Viral Outrage Over the Appropriation of Traditional Mexican Embroidery Is Full of Inaccuracies

Photon™ Follow Mixteca Oaxaqueña - Telar de cintura

A member of Oaxaca's Mixe community uses a loom.  Photo taken from the Flickr account Photon under license agreement Creative Commons (CC BY-NC-ND 2.0)

Mexican social media exploded in November at the news of the apparent appropriation of a traditional textile design from Oaxaca, México, by a French designer and fashion company. The uproar appeared to stem from an article published on November 16 by a local news site, reporting that:

Autoridades municipales de Santa María Tlahuitoltepec informaron que además del supuesto plagio a uno de sus diseños hace unos meses, por la modista francesa Isabel Marant; la empresa Antiquité Vatic [sic], de la misma nacionalidad, comenzó un juicio para reclamar los derechos de autor del diseño textil, originario de esta comunidad Mixe de Oaxaca.

Municipal authorities from Santa María Tlahuitoltepec said that in addition to the alleged plagiarism of one of their designs by French designer Isabel Marant a few months ago, a French company called Antiquité Vatic filed a lawsuit to claim copyright of the textile's design, which is originally from the Mixe de Oaxaca community.

Other online news sites picked up the news, emphatically asserting that residents of the indigenous Mixe community in Oaxaca could no longer be allowed to produce their traditional textile embroidery unless they paid the corresponding royalties. Even the Mexican municipal authorities of Tlahuitoltepec would be subject to paying a required royalty to the French government, according to the coverage:

El ayuntamiento de Tlahuitoltepec reveló que se enteraron del asunto gracias a un requerimiento que llegó al palacio municipal y que proviene del gobierno de Francia el cual prohíbe la producción y venta de este tipo de prendas hasta que la comunidad pague las regalías correspondientes a esta empresa francesa.

Tlahuitoltepec's local government revealed that they found out about the matter from an order that arrived at the town hall from the French government. It prohibited the production and sale of the clothing until the community paid the royalties due to the French company.

But as it turns out, the story as told isn't entirely true. The Tlahuitoltepec government hasn't received any formal notification of lawsuit, according to a November 20 press release from municipal authorities, who sought to correct the record.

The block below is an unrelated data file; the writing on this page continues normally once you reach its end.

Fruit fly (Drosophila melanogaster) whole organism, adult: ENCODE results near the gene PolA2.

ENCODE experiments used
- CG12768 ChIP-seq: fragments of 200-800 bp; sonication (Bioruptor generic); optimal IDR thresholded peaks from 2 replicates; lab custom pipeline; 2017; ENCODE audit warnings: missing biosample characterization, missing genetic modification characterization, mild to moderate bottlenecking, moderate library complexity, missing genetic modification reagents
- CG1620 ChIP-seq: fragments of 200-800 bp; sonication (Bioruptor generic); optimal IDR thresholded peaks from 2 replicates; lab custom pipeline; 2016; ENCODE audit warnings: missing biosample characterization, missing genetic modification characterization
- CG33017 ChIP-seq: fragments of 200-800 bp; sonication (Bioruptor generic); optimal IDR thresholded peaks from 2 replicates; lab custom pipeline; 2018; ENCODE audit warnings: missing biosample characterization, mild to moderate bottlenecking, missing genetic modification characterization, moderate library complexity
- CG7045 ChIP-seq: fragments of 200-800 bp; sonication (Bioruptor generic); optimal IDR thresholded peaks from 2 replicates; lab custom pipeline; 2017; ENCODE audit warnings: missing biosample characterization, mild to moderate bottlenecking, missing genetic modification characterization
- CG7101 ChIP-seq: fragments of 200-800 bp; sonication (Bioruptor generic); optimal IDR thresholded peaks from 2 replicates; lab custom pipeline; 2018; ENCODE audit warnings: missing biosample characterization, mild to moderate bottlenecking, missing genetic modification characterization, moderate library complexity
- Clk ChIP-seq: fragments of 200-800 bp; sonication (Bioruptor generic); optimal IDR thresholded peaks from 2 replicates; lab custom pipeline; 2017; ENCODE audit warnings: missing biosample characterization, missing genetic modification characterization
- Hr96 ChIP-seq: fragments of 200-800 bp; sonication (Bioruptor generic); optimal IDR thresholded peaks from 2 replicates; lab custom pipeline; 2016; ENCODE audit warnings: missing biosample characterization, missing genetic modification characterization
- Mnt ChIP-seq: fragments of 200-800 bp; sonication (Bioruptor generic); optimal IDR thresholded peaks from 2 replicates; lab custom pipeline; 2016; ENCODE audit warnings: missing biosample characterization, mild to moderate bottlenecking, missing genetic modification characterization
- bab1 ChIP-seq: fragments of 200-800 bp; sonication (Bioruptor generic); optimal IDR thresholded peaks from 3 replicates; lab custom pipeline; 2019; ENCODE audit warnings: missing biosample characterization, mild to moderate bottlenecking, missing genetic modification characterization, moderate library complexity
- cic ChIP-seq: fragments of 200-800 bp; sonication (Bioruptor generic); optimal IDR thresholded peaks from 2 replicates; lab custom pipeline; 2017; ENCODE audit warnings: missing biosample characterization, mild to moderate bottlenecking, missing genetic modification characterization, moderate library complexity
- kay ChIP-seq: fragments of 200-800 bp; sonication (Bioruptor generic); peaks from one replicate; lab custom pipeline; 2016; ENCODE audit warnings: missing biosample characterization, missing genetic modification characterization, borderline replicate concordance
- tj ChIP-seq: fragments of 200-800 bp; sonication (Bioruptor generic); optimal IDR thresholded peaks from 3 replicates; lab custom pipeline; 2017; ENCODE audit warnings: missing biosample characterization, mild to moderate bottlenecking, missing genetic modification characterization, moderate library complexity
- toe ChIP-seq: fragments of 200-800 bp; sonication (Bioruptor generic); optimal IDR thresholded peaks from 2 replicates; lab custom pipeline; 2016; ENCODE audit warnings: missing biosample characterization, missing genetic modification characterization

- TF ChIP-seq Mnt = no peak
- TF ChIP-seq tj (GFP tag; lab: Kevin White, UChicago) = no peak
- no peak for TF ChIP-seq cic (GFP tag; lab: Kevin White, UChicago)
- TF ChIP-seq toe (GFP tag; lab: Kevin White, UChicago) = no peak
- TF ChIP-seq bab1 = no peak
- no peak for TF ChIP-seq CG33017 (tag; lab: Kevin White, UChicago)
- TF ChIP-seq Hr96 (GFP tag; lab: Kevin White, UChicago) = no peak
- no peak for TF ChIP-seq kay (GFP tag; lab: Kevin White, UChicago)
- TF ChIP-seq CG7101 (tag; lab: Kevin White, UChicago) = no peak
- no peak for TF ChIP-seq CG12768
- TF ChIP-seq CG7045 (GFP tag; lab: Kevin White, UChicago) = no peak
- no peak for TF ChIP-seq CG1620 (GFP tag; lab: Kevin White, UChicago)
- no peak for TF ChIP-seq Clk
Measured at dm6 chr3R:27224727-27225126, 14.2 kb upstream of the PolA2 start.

And the dispute between designer Isabel Marant and the indigenous community isn't new, either. The blouse in question is from her spring-summer 2015 collection, and in June of this year, the residents of Santa María Tlahuitoltepec, home to the Mixe community, held a press conference to denounce what they saw as an act of plagiarism. The story received coverage at the time in the UK newspaper the Guardian, among other mainstream media outlets.

A wave of outrage

That didn't stop the inaccurate version from going viral. The information echoed widely online, with some stories drawing more than 300,000 shares. Many Twitter users began using the hashtag #MiblusadeTlahui (#MyShirtFromTlahuitoltepec):

Oaxaqueña herency, not french. Don't get it confused

Memes soon cropped up denouncing Marant:

Image reads: “I'm Isabel Marant, pseudo-designer of French fashion. I steal and patent Oaxaqueña embroidery, which has existed for more than 300 years.”

#ArtInMexico #Oaxaca #Decolonization

On, two petitions quickly gained momentum: the first, titled “Oaxaqueños Mixes’ designs stay in Oaxaca!” was created on November 19 and now has more than 145,000 signatures. It's addressed to Mexico's state authorities, stating:

Declaren públicamente que los bordados de las comunidades mixes oaxaqueñas están protegidos por la ley y no son susceptibles de apropiación o patente por parte de particulares ni mexicanos ni extranjeros.

They should publicly declare that embroidery made by the Mixe communities of Oaxaca are protected by law and are not subject to appropriation or patents by Mexican or foreign individuals.

The second petition, titled “Tlahuitoltepec is a vibrant community…Oaxaqueños’ embroderies are Mexican,” addresses the National Commission for the Development of Indigenous Peoples.

The volume and intensity of reactions were such that Marant wrote on Facebook stating that she “denies owning any patent to the Santa Maria Tlahuitoltepec embroidered blouses” as well as having asked the French authorities to collect royalty payments.

She said that she had, in fact, “officially informed the court that she does not claim to be the author of this tunic and these designs,” referring to the copyright claim lodged by the French fashion label Antik Batik de Gabriella Cortese (misspelled in many of the Spanish-language reports in November as “Antiquité Vatic”). For her part, Marant said she told had “presented submissions which expressly point out that these designs come from the village of Santa Maria Tlahuitoltepec.”

The very real need for historical heritage protections

The design and clothing of indigenous populations are a symbol of their rich culture and historical heritage, but the case in Oaxaca is a frustrating reminder that Mexico lacks a legal framework to protect the artistic works of indigenous populations.

Perhaps this clash with France's fashion world will bring Mexicans and others around the world to recognize and defend the rights, identities and creativity of indigenous groups. Hopefully this latest controversy too serves as an important lesson: just because content goes viral doesn't make it true.


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